The designer of the original Arthur Hotel was John V Bennes, a Portland architect who designed many famous buildings in the early 1900s - over twenty of which are on the National Register of Historic Places. The hotel first began welcoming guests in 1912. In an excerpt from "Frozen Music: A History of Portland Architecture," the authors, Gideon Bosker + Lena Lencek, write this about The Arthur: "A versatile and hard-to-pin down stylist, Bennes shifted gears again with his designs for The Arthur Hotel... With Tuscan columns flanking the entrance, crisp yellow brickwork, and terra cotta panels decorated with wreaths, cartouches and pineapple motifs, The Arthur Hotel was a restrained, carefully embellished addition to the city's growing collection of buildings designed in a classical style."
Between 1905 and 1913 a massive construction boom was taking place in Portland. A combination of the Lewis & Clark Exposition in 1905 and the completion of the great northern railroad brought many new visitors to Portland. The Arthur Hotel was one of the brand new establishments built to welcome the influx. Now, over a hundred years later, much of its original charm remains intact.
In the renovation process, we were careful to retain the vintage appeal of the building while bringing some of its hidden features to life by exposing brick walls, sturdy wood beams and hardwood floors. Faded paint was updated with new vibrant colors while keeping the transom windows above the doors. We got rid of the old fashioned communal bathrooms in favor of a newly added private bathroom for each unit. In addition, each unit has new design and lighting elements from fixtures to elegant hideaway beds that incorporate storage, a table, and a comfy bed all in one compact piece of furniture.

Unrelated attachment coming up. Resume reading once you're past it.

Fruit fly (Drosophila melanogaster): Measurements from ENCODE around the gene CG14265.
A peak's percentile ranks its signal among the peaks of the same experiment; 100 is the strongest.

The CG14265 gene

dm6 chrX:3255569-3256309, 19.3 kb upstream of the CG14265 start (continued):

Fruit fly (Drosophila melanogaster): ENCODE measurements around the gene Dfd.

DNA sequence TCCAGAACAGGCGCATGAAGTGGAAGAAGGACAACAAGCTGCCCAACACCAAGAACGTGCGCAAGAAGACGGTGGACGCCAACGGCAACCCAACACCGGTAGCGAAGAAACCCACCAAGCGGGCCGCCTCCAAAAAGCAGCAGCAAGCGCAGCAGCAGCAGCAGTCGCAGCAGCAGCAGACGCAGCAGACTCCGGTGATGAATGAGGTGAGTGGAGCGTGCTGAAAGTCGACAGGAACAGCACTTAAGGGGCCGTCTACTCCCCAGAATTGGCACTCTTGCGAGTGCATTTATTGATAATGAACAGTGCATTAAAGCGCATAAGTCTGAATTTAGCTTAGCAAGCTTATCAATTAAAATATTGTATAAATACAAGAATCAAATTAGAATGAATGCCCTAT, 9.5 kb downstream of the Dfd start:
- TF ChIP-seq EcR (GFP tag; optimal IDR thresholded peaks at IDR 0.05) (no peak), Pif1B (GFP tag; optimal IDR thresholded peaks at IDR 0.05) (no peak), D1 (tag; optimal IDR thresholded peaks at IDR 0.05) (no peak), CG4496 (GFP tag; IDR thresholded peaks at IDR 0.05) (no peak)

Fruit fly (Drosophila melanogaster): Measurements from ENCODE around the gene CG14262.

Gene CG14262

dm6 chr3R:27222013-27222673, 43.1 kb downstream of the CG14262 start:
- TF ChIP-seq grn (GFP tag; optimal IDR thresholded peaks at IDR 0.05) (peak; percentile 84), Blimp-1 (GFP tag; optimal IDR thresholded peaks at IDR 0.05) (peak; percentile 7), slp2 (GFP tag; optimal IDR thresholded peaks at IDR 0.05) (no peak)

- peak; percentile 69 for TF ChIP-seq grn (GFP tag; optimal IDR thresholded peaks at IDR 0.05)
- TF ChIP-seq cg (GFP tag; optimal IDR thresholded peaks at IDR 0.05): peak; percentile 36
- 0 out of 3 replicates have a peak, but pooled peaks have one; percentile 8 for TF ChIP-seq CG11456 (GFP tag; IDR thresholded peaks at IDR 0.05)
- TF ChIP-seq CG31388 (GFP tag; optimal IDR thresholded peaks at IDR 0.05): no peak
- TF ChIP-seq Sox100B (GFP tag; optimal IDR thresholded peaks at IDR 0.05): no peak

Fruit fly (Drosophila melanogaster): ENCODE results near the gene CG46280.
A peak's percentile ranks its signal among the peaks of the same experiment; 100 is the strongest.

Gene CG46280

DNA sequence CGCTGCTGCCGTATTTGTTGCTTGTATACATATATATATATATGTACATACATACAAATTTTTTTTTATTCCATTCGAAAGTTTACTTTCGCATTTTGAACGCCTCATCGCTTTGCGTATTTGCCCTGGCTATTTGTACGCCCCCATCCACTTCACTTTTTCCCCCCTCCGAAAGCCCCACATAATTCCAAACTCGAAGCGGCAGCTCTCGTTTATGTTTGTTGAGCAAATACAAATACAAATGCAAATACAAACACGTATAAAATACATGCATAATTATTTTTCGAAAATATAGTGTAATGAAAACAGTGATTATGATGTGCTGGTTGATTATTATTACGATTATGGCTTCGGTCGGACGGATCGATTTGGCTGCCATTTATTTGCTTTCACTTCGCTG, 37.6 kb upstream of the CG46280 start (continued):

We kept the all the plaster detail work in the lobby and added two other communal lounges as well as a huge communal kitchen, that includes dual ovens and refrigerators.
The original streetcar system in Portland centered on a loop which circled around Washington and Morrison streets helping to define the area as the major commercial hub of the day. The Arthur Hotel was strategically located within this loop thereby ensuring easy access for any traveler of the day. Today's modern streetcar line has a stop just outside The Arthur's front door, continuing the tradition of easy access to the city's transportation system. To further encourage eco-friendly transportation, we created bike parking for 50 bikes with a lighted bicycle entrance and bicycle fix-it station.
The Pineapple motif on The Arthur's facade was originally intended as a symbol of warm, welcoming hospitality. Come meet our professional management team and see how we make a point of carrying forward this tradition.